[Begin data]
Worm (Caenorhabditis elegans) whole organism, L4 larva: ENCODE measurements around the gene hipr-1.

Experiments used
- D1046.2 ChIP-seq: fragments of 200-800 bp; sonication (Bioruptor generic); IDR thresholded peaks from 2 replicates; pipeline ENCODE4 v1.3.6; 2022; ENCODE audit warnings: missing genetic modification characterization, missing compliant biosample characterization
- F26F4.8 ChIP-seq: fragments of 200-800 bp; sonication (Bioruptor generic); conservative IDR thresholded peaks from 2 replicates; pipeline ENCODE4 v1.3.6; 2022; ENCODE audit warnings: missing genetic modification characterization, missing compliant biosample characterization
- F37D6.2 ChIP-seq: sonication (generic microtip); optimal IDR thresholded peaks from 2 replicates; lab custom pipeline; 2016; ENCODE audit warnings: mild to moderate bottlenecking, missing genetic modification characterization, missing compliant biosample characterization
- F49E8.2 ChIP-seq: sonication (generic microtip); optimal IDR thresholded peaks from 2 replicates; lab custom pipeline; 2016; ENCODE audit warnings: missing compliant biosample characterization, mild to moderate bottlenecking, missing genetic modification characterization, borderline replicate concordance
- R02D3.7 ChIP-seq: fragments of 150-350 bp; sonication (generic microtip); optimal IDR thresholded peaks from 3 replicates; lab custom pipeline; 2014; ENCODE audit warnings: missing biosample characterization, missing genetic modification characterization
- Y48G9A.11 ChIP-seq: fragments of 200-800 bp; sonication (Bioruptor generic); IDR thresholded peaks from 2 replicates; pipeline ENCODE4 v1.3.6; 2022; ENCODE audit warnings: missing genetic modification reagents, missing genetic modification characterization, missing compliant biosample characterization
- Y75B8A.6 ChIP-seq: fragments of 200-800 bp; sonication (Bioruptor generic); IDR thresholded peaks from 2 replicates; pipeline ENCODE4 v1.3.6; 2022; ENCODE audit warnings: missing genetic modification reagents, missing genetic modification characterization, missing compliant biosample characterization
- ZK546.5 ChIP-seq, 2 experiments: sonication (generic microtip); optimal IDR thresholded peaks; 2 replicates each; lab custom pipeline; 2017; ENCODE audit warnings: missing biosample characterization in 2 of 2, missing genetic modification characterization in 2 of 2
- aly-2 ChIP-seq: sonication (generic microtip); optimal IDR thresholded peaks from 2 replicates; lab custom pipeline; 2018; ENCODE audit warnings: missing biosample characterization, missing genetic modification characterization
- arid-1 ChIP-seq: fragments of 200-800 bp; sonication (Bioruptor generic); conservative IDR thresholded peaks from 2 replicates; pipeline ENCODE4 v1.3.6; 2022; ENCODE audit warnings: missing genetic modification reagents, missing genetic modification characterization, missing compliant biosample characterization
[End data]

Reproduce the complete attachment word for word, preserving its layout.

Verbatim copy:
Worm (Caenorhabditis elegans) whole organism, L4 larva: ENCODE measurements around the gene hipr-1.

Experiments used
- D1046.2 ChIP-seq: fragments of 200-800 bp; sonication (Bioruptor generic); IDR thresholded peaks from 2 replicates; pipeline ENCODE4 v1.3.6; 2022; ENCODE audit warnings: missing genetic modification characterization, missing compliant biosample characterization
- F26F4.8 ChIP-seq: fragments of 200-800 bp; sonication (Bioruptor generic); conservative IDR thresholded peaks from 2 replicates; pipeline ENCODE4 v1.3.6; 2022; ENCODE audit warnings: missing genetic modification characterization, missing compliant biosample characterization
- F37D6.2 ChIP-seq: sonication (generic microtip); optimal IDR thresholded peaks from 2 replicates; lab custom pipeline; 2016; ENCODE audit warnings: mild to moderate bottlenecking, missing genetic modification characterization, missing compliant biosample characterization
- F49E8.2 ChIP-seq: sonication (generic microtip); optimal IDR thresholded peaks from 2 replicates; lab custom pipeline; 2016; ENCODE audit warnings: missing compliant biosample characterization, mild to moderate bottlenecking, missing genetic modification characterization, borderline replicate concordance
- R02D3.7 ChIP-seq: fragments of 150-350 bp; sonication (generic microtip); optimal IDR thresholded peaks from 3 replicates; lab custom pipeline; 2014; ENCODE audit warnings: missing biosample characterization, missing genetic modification characterization
- Y48G9A.11 ChIP-seq: fragments of 200-800 bp; sonication (Bioruptor generic); IDR thresholded peaks from 2 replicates; pipeline ENCODE4 v1.3.6; 2022; ENCODE audit warnings: missing genetic modification reagents, missing genetic modification characterization, missing compliant biosample characterization
- Y75B8A.6 ChIP-seq: fragments of 200-800 bp; sonication (Bioruptor generic); IDR thresholded peaks from 2 replicates; pipeline ENCODE4 v1.3.6; 2022; ENCODE audit warnings: missing genetic modification reagents, missing genetic modification characterization, missing compliant biosample characterization
- ZK546.5 ChIP-seq, 2 experiments: sonication (generic microtip); optimal IDR thresholded peaks; 2 replicates each; lab custom pipeline; 2017; ENCODE audit warnings: missing biosample characterization in 2 of 2, missing genetic modification characterization in 2 of 2
- aly-2 ChIP-seq: sonication (generic microtip); optimal IDR thresholded peaks from 2 replicates; lab custom pipeline; 2018; ENCODE audit warnings: missing biosample characterization, missing genetic modification characterization
- arid-1 ChIP-seq: fragments of 200-800 bp; sonication (Bioruptor generic); conservative IDR thresholded peaks from 2 replicates; pipeline ENCODE4 v1.3.6; 2022; ENCODE audit warnings: missing genetic modification reagents, missing genetic modification characterization, missing compliant biosample characterization